NOAA: January Temperature Slightly Above Average for U.S.


Temperatures for the contiguous United States last month were slightly above the long-term average, based on records going back to 1895, according to a preliminary analysis by scientists at NOAA’s National Climatic Data Center in Asheville, N.C. The average January temperature of 31.2 degrees F was 0.4 degree above the 20th Century average.

U.S. Temperature Highlights
January temperatures were below average across much of the eastern United States, while the western half of the nation experienced warmer-than-average temperatures.
California had its sixth warmest January on record. Maine and Michigan had their eighth and ninth coldest January on record, respectively.
Based on NOAA's Residential Energy Demand Temperature Index, the contiguous U.S. temperature-related energy demand was 3.0 percent above average in January.

U.S. Precipitation Highlights

High resolution (Credit: NOAA)
It was the fifth driest January for the contiguous U.S., based on data going back to 1895. Kansas, Texas and Oklahoma experienced their third, fourth, and fifth, respectively, driest January on record.
All but 15 states experienced a drier-than-normal January. It was the ninth driest January on record for California, but wetter than normal for North Dakota and Massachusetts.
At the end of January, 21 percent of the contiguous United States was in moderate-to-exceptional drought, based on the U.S. Drought Monitor. Severe-to-extreme drought conditions continued in the western Carolinas, northeast Georgia, the southern Plains, and parts of California and Hawai’i, with exceptional drought in southern Texas.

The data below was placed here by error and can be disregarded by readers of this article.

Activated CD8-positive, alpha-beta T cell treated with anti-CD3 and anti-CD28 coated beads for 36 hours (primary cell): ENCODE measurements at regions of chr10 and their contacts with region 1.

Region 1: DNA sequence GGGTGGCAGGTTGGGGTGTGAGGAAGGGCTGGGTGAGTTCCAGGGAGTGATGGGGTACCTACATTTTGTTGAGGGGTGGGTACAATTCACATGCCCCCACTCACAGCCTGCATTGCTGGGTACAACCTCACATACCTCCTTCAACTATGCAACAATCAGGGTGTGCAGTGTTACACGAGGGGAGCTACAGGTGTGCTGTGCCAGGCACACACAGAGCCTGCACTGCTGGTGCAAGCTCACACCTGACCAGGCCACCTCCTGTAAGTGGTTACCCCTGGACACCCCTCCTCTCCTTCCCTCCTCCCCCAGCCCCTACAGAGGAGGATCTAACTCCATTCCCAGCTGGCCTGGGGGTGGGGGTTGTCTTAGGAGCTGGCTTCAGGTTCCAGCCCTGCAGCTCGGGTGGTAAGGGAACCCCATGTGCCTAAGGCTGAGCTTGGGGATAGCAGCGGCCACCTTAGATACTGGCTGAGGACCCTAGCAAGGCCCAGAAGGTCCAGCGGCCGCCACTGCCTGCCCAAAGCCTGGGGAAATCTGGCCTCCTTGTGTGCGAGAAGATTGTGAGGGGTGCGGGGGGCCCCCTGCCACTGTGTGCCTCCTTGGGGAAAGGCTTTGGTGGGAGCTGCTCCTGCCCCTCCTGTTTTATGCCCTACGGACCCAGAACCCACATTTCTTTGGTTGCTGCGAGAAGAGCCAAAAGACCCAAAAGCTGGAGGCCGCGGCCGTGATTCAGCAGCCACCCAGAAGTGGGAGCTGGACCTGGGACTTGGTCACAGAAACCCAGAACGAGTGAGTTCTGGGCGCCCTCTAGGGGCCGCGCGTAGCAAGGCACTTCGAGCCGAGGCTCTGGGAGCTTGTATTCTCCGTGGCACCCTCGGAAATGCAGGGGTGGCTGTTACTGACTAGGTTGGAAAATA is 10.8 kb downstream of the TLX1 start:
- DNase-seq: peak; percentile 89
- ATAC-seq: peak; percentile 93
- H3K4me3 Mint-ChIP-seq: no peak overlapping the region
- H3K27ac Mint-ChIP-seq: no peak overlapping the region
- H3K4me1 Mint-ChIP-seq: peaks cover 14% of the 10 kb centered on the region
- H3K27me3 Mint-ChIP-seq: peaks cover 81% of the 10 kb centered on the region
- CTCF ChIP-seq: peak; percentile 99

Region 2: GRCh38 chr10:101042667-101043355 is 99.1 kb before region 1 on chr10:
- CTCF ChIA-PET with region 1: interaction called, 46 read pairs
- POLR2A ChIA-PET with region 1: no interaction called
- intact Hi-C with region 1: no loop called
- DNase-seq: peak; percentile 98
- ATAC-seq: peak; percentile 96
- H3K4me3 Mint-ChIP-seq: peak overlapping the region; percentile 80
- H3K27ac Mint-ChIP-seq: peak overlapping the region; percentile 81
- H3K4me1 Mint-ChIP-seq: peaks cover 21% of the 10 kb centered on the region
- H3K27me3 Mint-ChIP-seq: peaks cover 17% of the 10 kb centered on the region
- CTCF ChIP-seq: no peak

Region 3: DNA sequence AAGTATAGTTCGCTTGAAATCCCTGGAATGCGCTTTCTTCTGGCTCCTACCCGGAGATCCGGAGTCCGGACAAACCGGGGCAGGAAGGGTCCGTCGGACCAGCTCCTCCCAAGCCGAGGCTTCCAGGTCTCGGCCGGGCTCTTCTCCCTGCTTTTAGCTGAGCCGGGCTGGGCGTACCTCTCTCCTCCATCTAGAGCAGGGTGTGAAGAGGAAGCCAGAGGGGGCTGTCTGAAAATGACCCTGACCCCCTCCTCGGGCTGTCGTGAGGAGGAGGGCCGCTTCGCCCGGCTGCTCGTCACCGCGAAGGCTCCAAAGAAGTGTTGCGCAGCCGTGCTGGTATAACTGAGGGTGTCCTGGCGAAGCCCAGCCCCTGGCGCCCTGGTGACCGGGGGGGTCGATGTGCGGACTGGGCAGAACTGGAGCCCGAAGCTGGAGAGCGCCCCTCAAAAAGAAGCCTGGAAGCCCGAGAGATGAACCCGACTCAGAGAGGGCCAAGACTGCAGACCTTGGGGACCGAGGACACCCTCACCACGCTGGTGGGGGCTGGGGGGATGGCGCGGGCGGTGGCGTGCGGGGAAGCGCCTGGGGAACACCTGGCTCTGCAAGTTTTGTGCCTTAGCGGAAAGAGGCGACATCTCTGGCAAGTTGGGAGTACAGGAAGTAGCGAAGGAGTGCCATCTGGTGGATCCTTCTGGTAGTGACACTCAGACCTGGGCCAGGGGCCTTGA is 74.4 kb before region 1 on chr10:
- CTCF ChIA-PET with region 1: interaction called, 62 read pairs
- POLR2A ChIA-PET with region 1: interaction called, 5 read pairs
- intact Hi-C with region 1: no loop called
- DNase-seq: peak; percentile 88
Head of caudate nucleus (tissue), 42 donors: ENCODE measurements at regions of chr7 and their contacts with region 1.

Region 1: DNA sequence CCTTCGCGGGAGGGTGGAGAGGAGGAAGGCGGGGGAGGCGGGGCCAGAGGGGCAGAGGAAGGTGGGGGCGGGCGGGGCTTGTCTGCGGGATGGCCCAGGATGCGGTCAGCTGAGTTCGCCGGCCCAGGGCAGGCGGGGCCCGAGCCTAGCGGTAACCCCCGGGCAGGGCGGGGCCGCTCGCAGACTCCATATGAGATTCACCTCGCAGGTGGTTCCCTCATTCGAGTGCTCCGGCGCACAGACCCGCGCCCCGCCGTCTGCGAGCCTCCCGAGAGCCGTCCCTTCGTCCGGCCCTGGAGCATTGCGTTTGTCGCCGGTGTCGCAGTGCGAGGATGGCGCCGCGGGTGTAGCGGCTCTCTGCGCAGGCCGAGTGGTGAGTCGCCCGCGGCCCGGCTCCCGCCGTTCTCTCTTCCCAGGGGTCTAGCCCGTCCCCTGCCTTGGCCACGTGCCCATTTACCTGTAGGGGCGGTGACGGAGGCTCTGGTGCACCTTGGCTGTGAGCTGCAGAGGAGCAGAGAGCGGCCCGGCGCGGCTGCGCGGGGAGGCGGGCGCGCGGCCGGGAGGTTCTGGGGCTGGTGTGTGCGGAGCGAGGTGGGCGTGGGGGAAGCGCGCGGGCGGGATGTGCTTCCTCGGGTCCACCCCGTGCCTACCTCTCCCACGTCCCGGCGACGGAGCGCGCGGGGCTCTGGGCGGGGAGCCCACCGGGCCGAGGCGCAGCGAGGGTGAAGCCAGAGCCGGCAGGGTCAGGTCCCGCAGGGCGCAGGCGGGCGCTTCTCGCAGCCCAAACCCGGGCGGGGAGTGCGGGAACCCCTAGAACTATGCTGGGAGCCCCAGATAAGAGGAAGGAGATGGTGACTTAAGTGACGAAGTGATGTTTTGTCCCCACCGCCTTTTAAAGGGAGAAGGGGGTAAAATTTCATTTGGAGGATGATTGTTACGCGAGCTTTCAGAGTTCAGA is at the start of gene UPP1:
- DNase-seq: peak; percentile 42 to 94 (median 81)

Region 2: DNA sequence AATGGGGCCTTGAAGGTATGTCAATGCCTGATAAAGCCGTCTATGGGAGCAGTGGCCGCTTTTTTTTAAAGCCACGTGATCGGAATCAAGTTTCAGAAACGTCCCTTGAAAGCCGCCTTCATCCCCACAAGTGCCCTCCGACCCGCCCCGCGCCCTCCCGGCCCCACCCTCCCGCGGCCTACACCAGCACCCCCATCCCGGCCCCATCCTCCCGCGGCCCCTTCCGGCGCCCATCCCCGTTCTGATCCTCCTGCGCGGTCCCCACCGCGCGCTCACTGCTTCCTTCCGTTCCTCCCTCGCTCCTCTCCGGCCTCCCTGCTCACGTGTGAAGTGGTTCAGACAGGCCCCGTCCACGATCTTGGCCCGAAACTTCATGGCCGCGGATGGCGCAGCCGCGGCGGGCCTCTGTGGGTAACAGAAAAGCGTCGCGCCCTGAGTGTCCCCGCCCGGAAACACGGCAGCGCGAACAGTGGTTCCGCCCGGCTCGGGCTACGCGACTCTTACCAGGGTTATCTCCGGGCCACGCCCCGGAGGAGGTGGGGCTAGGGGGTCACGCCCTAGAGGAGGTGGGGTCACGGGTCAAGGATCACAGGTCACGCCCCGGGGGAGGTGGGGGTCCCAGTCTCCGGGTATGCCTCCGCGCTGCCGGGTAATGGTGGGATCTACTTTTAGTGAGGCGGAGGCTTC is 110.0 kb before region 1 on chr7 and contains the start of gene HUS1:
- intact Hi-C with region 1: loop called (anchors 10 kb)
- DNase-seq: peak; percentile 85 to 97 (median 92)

About 23 percent of the contiguous United States had moderately-to-extremely wet conditions at the end of January, according to the Palmer Index. Very-to-extremely moist conditions remained across the central U.S. from Nebraska to North Dakota, and Iowa to Illinois, and in New England.
Other Highlights
A major storm January 26-29 dropped up to 8 inches of snow from eastern Missouri through Ohio, with 12 to 16 inches from southeastern Illinois through central Indiana. At the Indianapolis International Airport, 12.5 inches of snow fell from January 26 - 28, tying as the sixth largest snowstorm for the city.
The January 26-29 storm also produced a large swath of freezing rain, as much as 1.5 inches in some areas. Total ice accumulations greater than one inch were common along a line in Kentucky, from Paducah to Lexington.
In northern Arkansas, the winter storm coated trees and wires with as much as two inches of ice. Up to 4.10 inches of precipitation was measured in Fayetteville.
Heavy rain and higher snow levels caused significant flooding in parts of northwest Oregon. On January 6 and 7, western Washington experienced heavy rain, which triggered record flooding on the Naselle River. Additionally, up to 10 inches of rain fell in parts of the Washington Cascades.
NCDC’s preliminary reports, which assess the current state of the climate, are released soon after the end of each month. These analyses are based on preliminary data, which are subject to revision. Additional quality control is applied to the data when late reports are received several weeks after the end of the month and as increased scientific methods improve NCDC’s processing algorithms.

NOAA understands and predicts changes in the Earth's environment, from the depths of the ocean to the surface of the sun, and conserves and manages our coastal and marine resources.

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